Includes bibliographical references (pages 449-489) and index.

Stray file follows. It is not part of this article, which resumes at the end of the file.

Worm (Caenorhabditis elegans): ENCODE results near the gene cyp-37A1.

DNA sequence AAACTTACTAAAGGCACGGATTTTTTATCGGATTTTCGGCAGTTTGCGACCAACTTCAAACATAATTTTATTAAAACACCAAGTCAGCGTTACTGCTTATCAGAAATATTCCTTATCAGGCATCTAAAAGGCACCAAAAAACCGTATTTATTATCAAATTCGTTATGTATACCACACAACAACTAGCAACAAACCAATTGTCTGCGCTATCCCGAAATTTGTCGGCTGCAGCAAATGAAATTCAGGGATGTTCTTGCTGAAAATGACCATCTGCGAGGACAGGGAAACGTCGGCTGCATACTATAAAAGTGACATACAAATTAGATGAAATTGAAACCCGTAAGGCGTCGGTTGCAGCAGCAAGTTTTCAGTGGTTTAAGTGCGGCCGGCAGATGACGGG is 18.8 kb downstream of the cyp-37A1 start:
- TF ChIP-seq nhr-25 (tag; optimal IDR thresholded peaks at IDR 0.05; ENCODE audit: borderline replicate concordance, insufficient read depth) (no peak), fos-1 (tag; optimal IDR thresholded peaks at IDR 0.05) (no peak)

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"There are many controversies and chronic misconceptions surrounding the idea of emancipation in the nineteenth-century United States. Much recent scholarship has sought to address these misconceptions ... Reidy further enriches and complicates our understanding of emancipation in the context of the Civil War. Drawing us back to testimonies of participants and contemporary witnesses of the era and synthesizing the perspectives of subsequent observers, Reidy reveals emancipation as a long, messy process, with contingencies that clustered around the categories of time, place, and person ... Reidy's thematic approach allows him to shed new light on the wide-ranging and diverse expressions and experiences of freedom as it came suddenly, slowly, or not at all"-- Provided by publisher.